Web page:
Speaking of which, I'll be uploading songs by that Ralph Toro soon. A while back he came in here with a brown paper bag full of old cassette tapes, the only copies he had of the many recording projects he's done through the years. I transferred them to CD for him, and since then he's had them mastered and pressed. Well, in my opinion, Mr Toro was an honest contender back in the day. His band Zane Trace and the others he formed were tight and knew the meaning of rockin' out. Some might call these tunes dated, but I call them undiscovered gems. Nobody else sounded like this (Ralph has always been a little twisted).

Also a little twisted are the Band With No Name So Far. We're getting together twice a week, making good progress as they say. Tom has suggested a name for T.B.W.N.N.S.F. and I'm not sure if it's too soon to make it public or not. Maybe Sunday we'll go public, take a vote, something...

October 18, 2009

Freesound news... I uploaded a friends' recording of tree branches rubbing together to the Freesound site- in time for Halloween sampling, I hope. Bob did a great job with this, because he used a contact mic (I think he said a Barcus-Berry) normally used for acoustic instruments, thus eliminating wind noise. It's a big file, but here's a 19 second sample.

branches rubbing

Spooky, huh? While I was on the Freesound site I found that someone had used one of my contributions in their work. I had submitted some waves lapping onshore in Nigril last year, and Cirrus973 has worked them into the piece here titled Paranoic-Critical Esker. I'm not sure what language this is, but I do know that the internet is a wonderful thing.

October 17, 2009

Well, if you couldn't be there, Sam's memorial service was today. Here's audio...

Sam's memorial service

October 16, 2009

rail yard

This is one of a series- after a few years of taking a photo of this place every day, there's bound to be one that comes out OK.

October 15, 2009

mystery circuit

Sometime in the past we've run "mystery sound" contests here at the Studio. Today, it's a "mystery circuit" contest. Yeah, I know, it's like asking about some obscure Latin phrase or a level 42 Wizard's hit points, but give it a try- this one is really pretty easy to figure out. It was designed by one of the pioneers of radio in the middle of the so-called Golden Age, 1930.

Here's a hint- the "wafer adapter" connects to a mechanical device which breaks the circuit after a user-selected time period. It's a nice looking schematic diagram anyway- maybe Rich Stewart should put this one on a tee-shirt.

Well, submit your guesses in the comments section. Who designed it and what does it do? The winner (or winners) receive our accolades...

October 13, 2009

keeping time front

Here's a delightful new way to sponsor the Steam Powered Studio! Order the compact disk Keeping Time by Jeff Coleman for only $21.75 (plus shipping) and we'll include a year's sponsorship, absolutely free!

This lovely CD, completely similar to what you see in stores, will be hand-crafted by the robots at Kunaki dot com and shipped directly to your door. No waiting!

keeping time rear

Take a look at those great titles. Many of them have hardly ever been heard before... and if you can make it past track 5 you'll become a charter member of The Pioneers Club!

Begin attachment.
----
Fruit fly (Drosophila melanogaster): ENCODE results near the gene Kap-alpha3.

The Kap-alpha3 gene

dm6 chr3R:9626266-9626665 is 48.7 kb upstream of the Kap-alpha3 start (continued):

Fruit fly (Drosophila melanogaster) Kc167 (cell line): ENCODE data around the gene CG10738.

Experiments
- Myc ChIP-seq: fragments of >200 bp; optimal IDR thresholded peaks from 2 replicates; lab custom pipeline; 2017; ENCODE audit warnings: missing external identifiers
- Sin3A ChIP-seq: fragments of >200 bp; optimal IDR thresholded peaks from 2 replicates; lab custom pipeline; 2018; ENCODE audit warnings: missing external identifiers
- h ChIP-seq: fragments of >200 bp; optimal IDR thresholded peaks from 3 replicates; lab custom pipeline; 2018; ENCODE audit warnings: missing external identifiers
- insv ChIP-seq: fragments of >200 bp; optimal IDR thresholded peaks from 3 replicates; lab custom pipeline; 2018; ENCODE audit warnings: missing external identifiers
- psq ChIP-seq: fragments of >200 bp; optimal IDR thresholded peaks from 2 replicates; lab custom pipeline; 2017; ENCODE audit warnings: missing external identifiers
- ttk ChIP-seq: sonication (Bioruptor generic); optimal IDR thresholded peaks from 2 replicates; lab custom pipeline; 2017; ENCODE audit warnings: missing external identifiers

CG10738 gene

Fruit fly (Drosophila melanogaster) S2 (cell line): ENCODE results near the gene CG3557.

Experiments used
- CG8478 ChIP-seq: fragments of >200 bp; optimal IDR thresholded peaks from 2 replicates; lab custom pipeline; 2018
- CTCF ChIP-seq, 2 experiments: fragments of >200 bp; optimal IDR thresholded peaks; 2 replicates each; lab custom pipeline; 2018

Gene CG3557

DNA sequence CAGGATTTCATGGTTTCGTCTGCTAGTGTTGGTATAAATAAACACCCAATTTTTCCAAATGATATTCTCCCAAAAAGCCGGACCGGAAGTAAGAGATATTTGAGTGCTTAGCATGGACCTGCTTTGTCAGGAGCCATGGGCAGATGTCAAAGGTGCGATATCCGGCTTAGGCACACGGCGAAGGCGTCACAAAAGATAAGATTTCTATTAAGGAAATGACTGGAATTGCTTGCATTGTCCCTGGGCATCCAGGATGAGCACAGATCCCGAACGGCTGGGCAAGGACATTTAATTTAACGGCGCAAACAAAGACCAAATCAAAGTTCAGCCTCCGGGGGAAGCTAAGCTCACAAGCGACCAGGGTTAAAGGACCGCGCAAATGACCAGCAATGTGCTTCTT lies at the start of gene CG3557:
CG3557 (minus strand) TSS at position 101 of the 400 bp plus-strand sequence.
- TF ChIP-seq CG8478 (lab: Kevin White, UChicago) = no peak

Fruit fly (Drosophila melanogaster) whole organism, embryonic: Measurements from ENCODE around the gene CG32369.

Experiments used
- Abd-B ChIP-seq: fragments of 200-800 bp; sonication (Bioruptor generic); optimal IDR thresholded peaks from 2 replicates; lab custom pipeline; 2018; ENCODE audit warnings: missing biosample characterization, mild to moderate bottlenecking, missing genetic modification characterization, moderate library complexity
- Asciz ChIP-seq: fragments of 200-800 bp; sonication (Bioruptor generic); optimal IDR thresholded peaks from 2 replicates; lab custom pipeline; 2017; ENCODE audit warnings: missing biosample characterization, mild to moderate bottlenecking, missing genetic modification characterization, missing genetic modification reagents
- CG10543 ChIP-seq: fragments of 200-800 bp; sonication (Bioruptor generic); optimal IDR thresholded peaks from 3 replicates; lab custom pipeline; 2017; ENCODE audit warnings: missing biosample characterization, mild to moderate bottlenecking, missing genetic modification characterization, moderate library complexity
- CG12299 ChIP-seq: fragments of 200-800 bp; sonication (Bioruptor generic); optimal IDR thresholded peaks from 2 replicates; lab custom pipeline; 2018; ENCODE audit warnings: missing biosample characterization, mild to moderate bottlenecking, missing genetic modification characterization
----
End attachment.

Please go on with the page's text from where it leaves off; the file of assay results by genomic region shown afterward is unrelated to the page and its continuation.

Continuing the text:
The CD alone is a great deal, but there's more! Order Keeping Time and you will also receive a year's access to all the other fantastic music we've been recording here at Steam Powered- a $20 value. As a sponsor you'll be entitled to download new music the instant it's available, as well as getting inside information about current and upcoming recording projects. Just take a look at our catalogue to hear samples of music from the exciting bands recording here!

You'll enjoy Keeping Time, and you'll feel good knowing that your sponsorship helps us continue making new music. We're Steam Powered, the world's first (and only) listener-supported recording studio. Operators are standing by- just click on the CD to order now!


I have added the Namaste CD, Colonial Pagoda, to the catalogue. We missed the ten year anniversary of its release- consider this a belated celebration. It wasn't recorded here at Steam Powered, but what the hell. Somebody's got to put this amazing CD online!

Check out the new featured song, Zigarettes, by Namaste.

October 11, 2009


The soup can? That's some sort of art, isn't it?

The gas flame? Actually, that's condensed sunlight that fell on the earth about 400 million years ago.

I don't think there were chickens 400 million years ago. Or noodles, for that matter.

Jeeze, this place is old...

October 10, 2009

Here's a crazy thought. Is music made that's only meant to be listened to one time?

Not "that's so bad, I'll never listen to it again," or "it's a live jam that can never happen exactly this way again," but music intentionally made so that it doesn't affect you the same way twice. Because the second time, you know.

I think I have heard music like this.

October 08, 2009



Sam died today. I still remember the first time I met him, I was very green and trying out for a club band. Well, I couldn't play the organ parts for anything those guys were doing, (AWB stuff, you know? I was so dumb!) but when I suggested that we jam on some blues, Sam was the guy whose eyes lit up and got everyone else to play along.

It was such a nice thing to do. Thanks, Sam.

Here's something else he did for me. He sang my song and made it really work. I wrote it with him in mind, and it only took about 10 minutes to write it because I could just picture him singing it. So it's really his song.

You Make Me.mp3  or  You Make Me.ogg


October 07, 2009

Mr Bobby

It wouldn't be Steam Powered if it didn't have Robert Bobby in it now and then. He stopped over last night to record a version of his Christmas song Four Inches and Dreaming and that went well. We recorded tracks for a "normal" version and for one with a slightly different arrangement that we're going to try.